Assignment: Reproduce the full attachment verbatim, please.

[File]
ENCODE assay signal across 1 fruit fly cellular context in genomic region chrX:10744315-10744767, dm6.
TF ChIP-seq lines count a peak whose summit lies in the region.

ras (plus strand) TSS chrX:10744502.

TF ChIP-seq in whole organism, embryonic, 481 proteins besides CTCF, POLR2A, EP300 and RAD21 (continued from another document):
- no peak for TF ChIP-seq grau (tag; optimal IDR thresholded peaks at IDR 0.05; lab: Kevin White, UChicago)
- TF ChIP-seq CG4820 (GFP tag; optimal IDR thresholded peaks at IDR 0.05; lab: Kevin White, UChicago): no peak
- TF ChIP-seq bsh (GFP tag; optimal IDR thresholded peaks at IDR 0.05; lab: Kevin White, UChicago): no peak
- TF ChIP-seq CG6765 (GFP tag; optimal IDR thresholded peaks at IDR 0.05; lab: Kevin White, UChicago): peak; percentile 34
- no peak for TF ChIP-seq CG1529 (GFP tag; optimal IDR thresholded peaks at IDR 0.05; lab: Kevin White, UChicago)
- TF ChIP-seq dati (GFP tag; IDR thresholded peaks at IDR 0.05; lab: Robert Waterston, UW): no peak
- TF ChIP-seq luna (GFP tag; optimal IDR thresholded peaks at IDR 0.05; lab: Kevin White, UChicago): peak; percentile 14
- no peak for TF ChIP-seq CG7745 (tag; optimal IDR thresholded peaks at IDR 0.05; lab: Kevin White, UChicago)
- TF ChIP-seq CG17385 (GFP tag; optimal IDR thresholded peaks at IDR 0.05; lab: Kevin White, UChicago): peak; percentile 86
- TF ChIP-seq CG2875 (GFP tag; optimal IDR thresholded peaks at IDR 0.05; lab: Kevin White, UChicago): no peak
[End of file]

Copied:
ENCODE assay signal across 1 fruit fly cellular context in genomic region chrX:10744315-10744767, dm6.
TF ChIP-seq lines count a peak whose summit lies in the region.

ras (plus strand) TSS chrX:10744502.

TF ChIP-seq in whole organism, embryonic, 481 proteins besides CTCF, POLR2A, EP300 and RAD21 (continued from another document):
- no peak for TF ChIP-seq grau (tag; optimal IDR thresholded peaks at IDR 0.05; lab: Kevin White, UChicago)
- TF ChIP-seq CG4820 (GFP tag; optimal IDR thresholded peaks at IDR 0.05; lab: Kevin White, UChicago): no peak
- TF ChIP-seq bsh (GFP tag; optimal IDR thresholded peaks at IDR 0.05; lab: Kevin White, UChicago): no peak
- TF ChIP-seq CG6765 (GFP tag; optimal IDR thresholded peaks at IDR 0.05; lab: Kevin White, UChicago): peak; percentile 34
- no peak for TF ChIP-seq CG1529 (GFP tag; optimal IDR thresholded peaks at IDR 0.05; lab: Kevin White, UChicago)
- TF ChIP-seq dati (GFP tag; IDR thresholded peaks at IDR 0.05; lab: Robert Waterston, UW): no peak
- TF ChIP-seq luna (GFP tag; optimal IDR thresholded peaks at IDR 0.05; lab: Kevin White, UChicago): peak; percentile 14
- no peak for TF ChIP-seq CG7745 (tag; optimal IDR thresholded peaks at IDR 0.05; lab: Kevin White, UChicago)
- TF ChIP-seq CG17385 (GFP tag; optimal IDR thresholded peaks at IDR 0.05; lab: Kevin White, UChicago): peak; percentile 86
- TF ChIP-seq CG2875 (GFP tag; optimal IDR thresholded peaks at IDR 0.05; lab: Kevin White, UChicago): no peak